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8 Things You Should Know About Guide Dog Etiquette

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Stetson is a Guide Dog puppy in training and not yet a full fledged guide dog. Our job as puppy raiser’s is to teach him basic obedience and socialize him with our daily activities such as bringing him to work, the grocery store, movies, concerts, amusement parks, airplanes, on the bus…etc.

It’s very important that people know proper etiquette when they see or meet a guide dog team (a blind person and his/her guide dog). Here are 8 things everyone should know about guide dog etiquette.

8 Things About Guide Dog Etiquette

  1. Please don’t pet, call out (or bark, meow or cluck) to, or otherwise distract a working Guide Dog. Allow the dog to concentrate and perform for the safety of its blind partner. A Guide Dog in harness is “on duty”, even when sitting or lying down.
  2. If you are in a car, please don’t honk the horn or call out directions. Handlers listen to traffic flow and other environmental sounds to decide when it’s safe to cross a street (Guide Dogs can’t read traffic lights!).Guide Dog puppy in training Team
  3. Don’t forget, Guide Dog teams have the right of way!
  4. Please don’t feed a Guide Dog. Diet and feeding times are strictly monitored to maintain good health and reliable relieving schedules.
  5. Never grab the harness or leash from the handler – you can disorient and confuse the team. If the handler looks like he needs help, offer your assistance and take your cue from his response. If you believe someone is in a dangerous situation voice your concern in a calm manner, but do not push, pull or grab the person.
  6. Speak to the person, not the dog! Some Guide Dog handlers may allow petting, but always ask first. Many folks enjoy introducing their dogs, but if they decline, please respect their wishes. Blind people have busy lives, too, and they may not have time to stop and chat.
  7. Sometimes a Guide Dog will make a mistake, and a correction is necessary to keep up the training. This could be a verbal reprimand or a leash correction. Handlers have been taught the proper and humane training techniques to maintain their dogs’ working standards. You may not always hear it, but Guide Dogs get loads of praise when they do the right things.
  8. You can expect to see Guide Dog teams just about anywhere. The Federal Americans with Disabilities Act and State Laws explicitly grant the right of access everywhere the public is allowed. They are allowed into restaurants, offices, churches, hospitals and hotels. They travel on buses, in taxis and airplanes, shop at grocery stores, enjoy amusement parks, movies and concerts.

This list comes straight from the Guide Dogs of America website. For more information on Guide Dog etiquette please visit the GDA website.

Guide Dogs of America Puppy In Training

I’ve talked to a couple different schools about guide dog puppy in training etiquette and the rules are very similar to the 8 points I mentioned above. Regarding petting our guide dog puppy’s in training: we are advised that it is okay to allow people to pet our dogs while they are wearing their jacket. However, people must first ask if it’s okay and second our puppy’s must stay in a “sit” position and remain calm. If our puppy gets out of the “sit” position we advise people to stop petting until we control our puppy and get them back into a “sit”.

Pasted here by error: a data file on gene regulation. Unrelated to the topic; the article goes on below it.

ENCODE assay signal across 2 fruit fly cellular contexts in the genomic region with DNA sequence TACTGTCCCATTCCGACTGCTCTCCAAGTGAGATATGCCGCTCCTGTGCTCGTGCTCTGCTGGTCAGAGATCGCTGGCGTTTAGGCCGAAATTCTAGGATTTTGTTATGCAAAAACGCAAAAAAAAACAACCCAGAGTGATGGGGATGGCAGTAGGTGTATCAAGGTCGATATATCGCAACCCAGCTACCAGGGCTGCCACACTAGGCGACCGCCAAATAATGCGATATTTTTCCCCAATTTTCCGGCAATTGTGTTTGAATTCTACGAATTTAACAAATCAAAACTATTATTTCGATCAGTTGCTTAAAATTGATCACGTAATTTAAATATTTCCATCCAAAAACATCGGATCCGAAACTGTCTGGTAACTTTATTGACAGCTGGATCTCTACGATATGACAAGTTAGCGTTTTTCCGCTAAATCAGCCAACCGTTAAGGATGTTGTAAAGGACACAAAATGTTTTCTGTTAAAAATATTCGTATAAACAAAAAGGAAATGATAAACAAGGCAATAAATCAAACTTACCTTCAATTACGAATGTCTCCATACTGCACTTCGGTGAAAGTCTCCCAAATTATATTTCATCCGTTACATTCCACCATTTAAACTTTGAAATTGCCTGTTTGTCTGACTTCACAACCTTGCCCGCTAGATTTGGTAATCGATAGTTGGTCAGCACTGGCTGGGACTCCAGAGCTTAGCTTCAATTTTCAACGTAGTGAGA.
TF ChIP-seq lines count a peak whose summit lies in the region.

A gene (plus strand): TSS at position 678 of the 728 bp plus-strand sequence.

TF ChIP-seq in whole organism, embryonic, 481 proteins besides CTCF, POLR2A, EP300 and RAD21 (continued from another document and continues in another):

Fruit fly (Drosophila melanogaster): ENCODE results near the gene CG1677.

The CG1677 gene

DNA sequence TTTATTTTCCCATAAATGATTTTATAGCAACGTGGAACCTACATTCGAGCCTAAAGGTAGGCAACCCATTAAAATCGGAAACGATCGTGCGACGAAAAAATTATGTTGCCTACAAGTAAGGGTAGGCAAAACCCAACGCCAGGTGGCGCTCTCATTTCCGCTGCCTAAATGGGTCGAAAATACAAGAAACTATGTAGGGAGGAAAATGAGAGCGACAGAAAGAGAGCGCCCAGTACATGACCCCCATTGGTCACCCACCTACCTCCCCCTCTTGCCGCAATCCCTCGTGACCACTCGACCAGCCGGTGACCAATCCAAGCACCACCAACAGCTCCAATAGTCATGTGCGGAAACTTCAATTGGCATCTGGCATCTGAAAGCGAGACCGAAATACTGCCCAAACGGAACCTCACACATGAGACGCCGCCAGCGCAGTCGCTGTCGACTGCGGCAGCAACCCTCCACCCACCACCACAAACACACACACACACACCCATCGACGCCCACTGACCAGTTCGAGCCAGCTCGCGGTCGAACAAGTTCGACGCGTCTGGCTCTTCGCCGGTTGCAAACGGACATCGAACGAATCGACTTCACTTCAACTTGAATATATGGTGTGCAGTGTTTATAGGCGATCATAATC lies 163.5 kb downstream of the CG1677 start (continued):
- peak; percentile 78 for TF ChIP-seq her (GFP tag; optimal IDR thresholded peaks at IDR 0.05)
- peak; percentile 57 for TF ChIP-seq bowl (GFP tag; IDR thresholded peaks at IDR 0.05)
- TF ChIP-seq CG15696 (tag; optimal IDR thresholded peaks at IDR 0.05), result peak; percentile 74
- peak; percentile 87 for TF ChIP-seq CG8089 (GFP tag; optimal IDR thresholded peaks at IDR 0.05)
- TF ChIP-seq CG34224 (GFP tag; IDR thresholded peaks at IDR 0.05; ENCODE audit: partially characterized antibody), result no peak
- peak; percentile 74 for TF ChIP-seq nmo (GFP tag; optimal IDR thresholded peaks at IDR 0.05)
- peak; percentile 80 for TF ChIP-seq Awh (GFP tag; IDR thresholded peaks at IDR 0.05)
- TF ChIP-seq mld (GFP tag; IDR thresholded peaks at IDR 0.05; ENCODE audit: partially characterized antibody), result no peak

By the way, it is sometimes important that we do not allow people to pet our puppy’s when they’re wearing their jacket. So if you do come into contact with a puppy raiser and they advise you not to pet their puppy, please don’t be offended the puppy may be in the middle of a specific training exercise.

I hope this article helps you understand basic guide dog etiquette. If you have any questions about guide dog etiquette please let me know in the comments area.

Have you come into contact with a guide dog or a guide dog puppy in training? Did they’re handler allow you to pet the dog? Did you follow the guide dog etiquette mentioned in this article?

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  1. @Robin, my Stetson is 15 months old and I’m not too sure when his turn in date will be (either May or August I think). I’ve had him since he was 8 weeks old also. He’s not too big only about a 65 pound black lab. You’ve probably seen some of his pictures on this site.

    Good luck to your Stetson on his formal training.


  2. I just wanted to tell you that I am a puppy raiser for Guide Dogs for the Blind and I am currently raising a pup named Stetson!! He is a huge, gorgeous yellow lab who is heading back to GDB in San Rafael to begin his formal training on Sunday. We’ve had him since he was 8 weeks old, and he has been a joy to raise. We picked up our 6th GDB puppy last week!

    I hope things are great with your Stetson!


  3. That’s cool that your friend trains guide dogs and drug/bomb sniffing dogs. We usually have guest speakers at our monthly guide dog group meetings and last year we were visited by two arson dogs and their caretaker. I wrote a short a article about their visit if you’re interested:

    Arson Dogs Denali and Gator

    If you’re friend is local(Orange County, CA) and is interested in being a guest speaker we’d love to have him visit our guide dog group.

    By the way, it’s totally cool if you submit to the social media sites. Thanks!

  4. One of my close friends trains guide dogs and drug/bomb sniffing dogs… these are some Great tips!

    Hope it’s cool… but I’m posting this page on all of the social media sites… take care!

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